Contributed Talk - Splinter SOFIA
Thursday, 14 September 2023, 17:45 (H 3006)
HyGAL: Characterizing the Galactic ISM - SOFIA observations of atomic O, OH, and CH
Wonju Kim, P. Schilke, D. A. Neufeld, A. M. Jacob, D. Seifried, B. Godard, M. Wolfire, K. M. Menten S. Walch, E. Falgarone, S. Bialy, D. C. Lis, T. Meuller
I. Physikalisches Institut, Universität zu Köln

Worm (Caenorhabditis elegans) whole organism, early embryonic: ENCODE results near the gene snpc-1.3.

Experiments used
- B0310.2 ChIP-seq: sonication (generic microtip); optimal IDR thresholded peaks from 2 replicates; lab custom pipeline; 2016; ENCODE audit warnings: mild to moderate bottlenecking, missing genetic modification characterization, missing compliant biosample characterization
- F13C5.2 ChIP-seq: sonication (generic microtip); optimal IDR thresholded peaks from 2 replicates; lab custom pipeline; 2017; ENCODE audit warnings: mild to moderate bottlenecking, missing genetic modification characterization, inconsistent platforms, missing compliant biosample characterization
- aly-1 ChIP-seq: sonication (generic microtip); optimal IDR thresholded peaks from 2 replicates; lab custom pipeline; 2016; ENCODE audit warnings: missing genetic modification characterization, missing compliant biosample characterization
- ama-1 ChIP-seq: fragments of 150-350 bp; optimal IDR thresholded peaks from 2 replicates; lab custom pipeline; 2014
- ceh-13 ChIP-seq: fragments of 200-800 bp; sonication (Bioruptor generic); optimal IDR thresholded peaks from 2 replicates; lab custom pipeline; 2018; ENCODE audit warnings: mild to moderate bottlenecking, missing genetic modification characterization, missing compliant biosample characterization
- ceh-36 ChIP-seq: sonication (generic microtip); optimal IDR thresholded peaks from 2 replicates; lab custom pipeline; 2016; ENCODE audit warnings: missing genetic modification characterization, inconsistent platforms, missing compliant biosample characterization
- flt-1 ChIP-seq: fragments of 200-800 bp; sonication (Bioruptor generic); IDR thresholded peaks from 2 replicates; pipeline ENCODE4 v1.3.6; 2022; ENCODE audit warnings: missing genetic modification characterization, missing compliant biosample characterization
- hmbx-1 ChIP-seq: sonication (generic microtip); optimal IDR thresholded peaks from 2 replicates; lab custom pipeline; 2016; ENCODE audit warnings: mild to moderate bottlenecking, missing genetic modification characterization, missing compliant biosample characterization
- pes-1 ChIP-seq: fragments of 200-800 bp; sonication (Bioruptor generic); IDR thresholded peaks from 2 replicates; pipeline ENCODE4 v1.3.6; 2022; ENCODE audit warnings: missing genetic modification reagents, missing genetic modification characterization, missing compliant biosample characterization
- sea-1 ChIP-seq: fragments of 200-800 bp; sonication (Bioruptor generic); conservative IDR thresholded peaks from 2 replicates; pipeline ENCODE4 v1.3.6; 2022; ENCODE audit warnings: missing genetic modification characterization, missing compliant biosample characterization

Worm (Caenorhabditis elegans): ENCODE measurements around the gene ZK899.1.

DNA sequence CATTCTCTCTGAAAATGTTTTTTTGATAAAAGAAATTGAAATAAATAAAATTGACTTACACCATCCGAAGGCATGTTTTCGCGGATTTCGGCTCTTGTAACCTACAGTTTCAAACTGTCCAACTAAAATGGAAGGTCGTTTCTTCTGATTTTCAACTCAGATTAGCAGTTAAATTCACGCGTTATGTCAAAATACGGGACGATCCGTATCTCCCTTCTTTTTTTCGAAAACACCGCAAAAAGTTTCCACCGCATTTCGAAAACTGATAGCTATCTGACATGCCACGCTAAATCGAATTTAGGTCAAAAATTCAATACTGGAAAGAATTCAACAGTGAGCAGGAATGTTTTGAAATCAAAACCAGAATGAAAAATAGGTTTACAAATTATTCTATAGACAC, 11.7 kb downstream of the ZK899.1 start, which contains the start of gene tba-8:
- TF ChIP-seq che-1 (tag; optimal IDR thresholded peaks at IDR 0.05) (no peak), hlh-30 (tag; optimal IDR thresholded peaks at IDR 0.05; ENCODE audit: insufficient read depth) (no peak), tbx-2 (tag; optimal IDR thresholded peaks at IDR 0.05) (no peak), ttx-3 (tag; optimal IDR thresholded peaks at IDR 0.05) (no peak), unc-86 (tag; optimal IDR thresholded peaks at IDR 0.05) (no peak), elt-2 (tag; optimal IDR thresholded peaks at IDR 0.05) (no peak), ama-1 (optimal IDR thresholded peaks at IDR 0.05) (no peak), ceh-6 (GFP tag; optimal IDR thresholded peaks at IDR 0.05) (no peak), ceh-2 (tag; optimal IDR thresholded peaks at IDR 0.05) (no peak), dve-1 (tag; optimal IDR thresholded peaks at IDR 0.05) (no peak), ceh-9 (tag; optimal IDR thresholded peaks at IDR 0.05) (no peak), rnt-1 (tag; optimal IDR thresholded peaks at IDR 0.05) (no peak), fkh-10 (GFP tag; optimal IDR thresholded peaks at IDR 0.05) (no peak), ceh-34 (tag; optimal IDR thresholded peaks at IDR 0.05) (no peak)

Understanding the interstellar medium (ISM) is the first step to understanding star formation/evolution and, ultimately, planet formation. The formation of molecular gas occurs in diffuse clouds. These clouds are also closely associated with the progenitors of molecular clouds and clumps, which are the potential birthplace of stars. In addition, the chemical evolution of molecular clouds is initially set by the composition of diffuse clouds. The initial chemical condition is crucial to explain derived quantities for observed molecular species toward star-forming molecular clouds. To characterize the properties of the Galactic ISM, the HyGAL Stratospheric Observatory for Infrared Astronomy legacy program surveyed six hydride molecules (ArH+, OH+, H2O+, SH, OH, and CH) and two atomic constituents (C+ and O) within the diffuse interstellar medium (ISM) by observing absorption lines toward 25 bright continuum Galactic sources. As ancillary data, we also used absorption lines of simple molecules (HCO+, HCN, HNC, C2H, c-C3H2, CS, and H2S) obtained with the IRAM 30m telescope. A principal component analysis (PCA) of the column densities of all the species classifies three species groups that show strong correlations or weak correlations to other groups (Group 1: C+ and hydride ions, group 2: neutral molecules and HCO+, and group 3: CH, OH, and O). Based on the PCA results, the neutral hydrides and O lines significantly prefer to trace diffuse cloud components with intermediate conditions between high atomic gas- and high molecular gas-fraction diffuse ISM. This presentation will discuss the HyGAL survey results, including detailed comparisons of atomic O, OH, and CH absorption lines as tracers of H2 gas fraction and how the surrounding environments (e.g., star formation activity or supernova remnants) impact molecular abundance and column density in the transition from the cold neutral medium to molecular clouds.